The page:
Making the Most of Misery / a review of Gainsbourg, A Heroic Life

“Are there croissants?”, Brigitte Bardot asks. “No, but I have three songs”, Serge Gainsbourg answers. For Gainsbourg, sigarettes, women and music were the basic necessities of life. Gainsbourg: A Heroic Life is both a loving depiction of the fantasy of France’s most controversial singer-songwriter, and an elegant summary of the muses and demons that helped him create numerous songs that conquered our hearts, and loins.

The women in Gainsbourg are well cast and convincingly portrayed by actresses Deborah Grall (Elisabeth Levizky), Sarah Forestier (France Gall) Laetitia Casta (Brigitte Bardot), Lucy Gordon (Jane Birkin) and Anna Mouglalis (who will be giving a Master Class today, see opposite page) as Juliette Gréco, the singer who helped Gainsbourg on his way.


While the film may hold little surprises for fans of Gainsbourg, the music is very well interpreted and the hero is respectfully portrayed in all his colors. Although the film is over two hours long, director Joann Sfar breezes through Gainsbourg’s life story. She begins at the beginning, when the young, talented and cheeky seducer Lucien Ginsburg was already different from his peers. A Russian Jew raised in Nazi-occupied Paris, little Lucien makes the most of the misery: he quits secondary school, attends painting classes and is taught to play the piano by his father. Sfar illustrates Lucien’s imagination and playfulness by letting the iconic antisemitic imagery of the time step out of the posters and come to life as life-size puppets, who accompany him throughout the film. By playing with these symbols Sfar elegantly translates the development of Gainsbourg’s scarred identity, forever insecure about his big nose and ears.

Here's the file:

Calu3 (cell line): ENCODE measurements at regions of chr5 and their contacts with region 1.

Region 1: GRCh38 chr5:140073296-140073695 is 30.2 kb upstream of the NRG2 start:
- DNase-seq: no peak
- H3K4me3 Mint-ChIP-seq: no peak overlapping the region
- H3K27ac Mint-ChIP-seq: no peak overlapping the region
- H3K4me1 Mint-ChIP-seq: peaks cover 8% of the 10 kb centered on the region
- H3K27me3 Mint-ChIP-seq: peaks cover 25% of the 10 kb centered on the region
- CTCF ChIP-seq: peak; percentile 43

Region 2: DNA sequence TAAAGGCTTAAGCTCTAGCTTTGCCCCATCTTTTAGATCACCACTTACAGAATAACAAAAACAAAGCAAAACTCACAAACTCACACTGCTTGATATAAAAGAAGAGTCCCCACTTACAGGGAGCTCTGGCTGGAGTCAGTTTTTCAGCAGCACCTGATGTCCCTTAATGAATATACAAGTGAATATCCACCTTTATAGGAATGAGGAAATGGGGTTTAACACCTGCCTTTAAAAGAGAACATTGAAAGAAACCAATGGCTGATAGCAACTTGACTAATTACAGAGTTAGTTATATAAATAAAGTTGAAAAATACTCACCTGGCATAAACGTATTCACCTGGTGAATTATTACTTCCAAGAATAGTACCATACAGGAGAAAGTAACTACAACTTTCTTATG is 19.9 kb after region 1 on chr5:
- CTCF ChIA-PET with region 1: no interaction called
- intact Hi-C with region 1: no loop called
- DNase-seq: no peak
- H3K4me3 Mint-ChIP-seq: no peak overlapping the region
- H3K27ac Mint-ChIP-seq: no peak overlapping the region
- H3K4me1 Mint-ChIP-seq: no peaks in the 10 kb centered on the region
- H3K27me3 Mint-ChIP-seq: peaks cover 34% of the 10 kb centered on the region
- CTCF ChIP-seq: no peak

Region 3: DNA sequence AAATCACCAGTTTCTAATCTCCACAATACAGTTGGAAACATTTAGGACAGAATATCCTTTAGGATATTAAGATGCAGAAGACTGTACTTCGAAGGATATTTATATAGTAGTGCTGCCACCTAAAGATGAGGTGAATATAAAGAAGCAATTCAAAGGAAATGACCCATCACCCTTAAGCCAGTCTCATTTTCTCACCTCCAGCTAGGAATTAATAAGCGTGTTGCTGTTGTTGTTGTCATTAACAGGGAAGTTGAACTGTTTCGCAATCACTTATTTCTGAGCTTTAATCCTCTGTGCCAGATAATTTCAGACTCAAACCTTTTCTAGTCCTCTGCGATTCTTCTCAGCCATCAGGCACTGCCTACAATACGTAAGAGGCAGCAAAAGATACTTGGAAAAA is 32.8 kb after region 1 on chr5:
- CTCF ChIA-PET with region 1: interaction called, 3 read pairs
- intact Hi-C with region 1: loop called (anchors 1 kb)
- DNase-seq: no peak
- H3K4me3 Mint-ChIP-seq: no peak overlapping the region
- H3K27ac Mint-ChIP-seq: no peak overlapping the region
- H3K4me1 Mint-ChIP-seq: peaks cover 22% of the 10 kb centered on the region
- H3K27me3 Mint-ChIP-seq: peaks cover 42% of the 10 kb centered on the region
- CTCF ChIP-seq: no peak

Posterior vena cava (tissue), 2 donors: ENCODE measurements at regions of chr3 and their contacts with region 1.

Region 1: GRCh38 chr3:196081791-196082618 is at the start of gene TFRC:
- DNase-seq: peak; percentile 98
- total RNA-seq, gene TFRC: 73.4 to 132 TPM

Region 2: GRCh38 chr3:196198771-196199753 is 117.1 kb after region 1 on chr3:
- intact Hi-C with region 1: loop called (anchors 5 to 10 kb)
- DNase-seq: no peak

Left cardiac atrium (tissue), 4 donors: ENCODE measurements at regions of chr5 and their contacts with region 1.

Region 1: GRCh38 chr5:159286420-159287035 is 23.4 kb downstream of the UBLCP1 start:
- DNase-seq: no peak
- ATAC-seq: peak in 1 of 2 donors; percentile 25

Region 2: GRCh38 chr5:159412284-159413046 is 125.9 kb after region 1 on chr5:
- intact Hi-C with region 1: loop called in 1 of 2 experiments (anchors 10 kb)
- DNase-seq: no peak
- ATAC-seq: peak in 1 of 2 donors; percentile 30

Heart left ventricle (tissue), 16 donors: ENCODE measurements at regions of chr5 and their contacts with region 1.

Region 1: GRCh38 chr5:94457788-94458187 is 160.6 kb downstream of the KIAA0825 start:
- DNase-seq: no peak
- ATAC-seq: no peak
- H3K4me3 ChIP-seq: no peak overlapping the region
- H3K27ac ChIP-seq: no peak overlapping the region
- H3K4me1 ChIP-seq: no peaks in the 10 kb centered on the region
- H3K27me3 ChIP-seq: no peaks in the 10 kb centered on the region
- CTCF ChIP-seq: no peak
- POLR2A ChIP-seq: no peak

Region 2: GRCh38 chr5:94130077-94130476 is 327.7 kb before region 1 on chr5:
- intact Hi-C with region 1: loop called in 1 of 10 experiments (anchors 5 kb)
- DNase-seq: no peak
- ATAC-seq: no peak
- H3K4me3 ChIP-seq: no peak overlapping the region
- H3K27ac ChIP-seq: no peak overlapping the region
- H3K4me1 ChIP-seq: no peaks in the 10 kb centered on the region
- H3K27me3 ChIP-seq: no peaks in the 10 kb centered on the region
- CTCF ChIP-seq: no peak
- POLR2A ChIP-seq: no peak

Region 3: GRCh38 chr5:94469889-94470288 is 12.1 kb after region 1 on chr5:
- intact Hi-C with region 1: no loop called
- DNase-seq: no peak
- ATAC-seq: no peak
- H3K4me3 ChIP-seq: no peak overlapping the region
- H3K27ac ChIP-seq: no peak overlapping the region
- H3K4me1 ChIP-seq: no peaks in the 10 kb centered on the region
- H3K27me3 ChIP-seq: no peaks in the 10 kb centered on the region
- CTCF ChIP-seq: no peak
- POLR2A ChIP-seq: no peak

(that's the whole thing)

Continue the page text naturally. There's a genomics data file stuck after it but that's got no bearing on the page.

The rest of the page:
On the other hand, the moment illustrates the transformation of a man who struggles to embrace his artistry: painting of music? Take the striking scene where Gainsbourg meets one of Django Reinhard’s band members, for instance, who tells Gainsbourg to forget about the chords and technical fuzz of making music. “Just look at your guitar, and tell a story. It’s that simple.” NH

Written for the festival daily of the Golden Apricot Film Festival,  2014 Yerevan (Armenia) / daily #7 – 19th of july 2014

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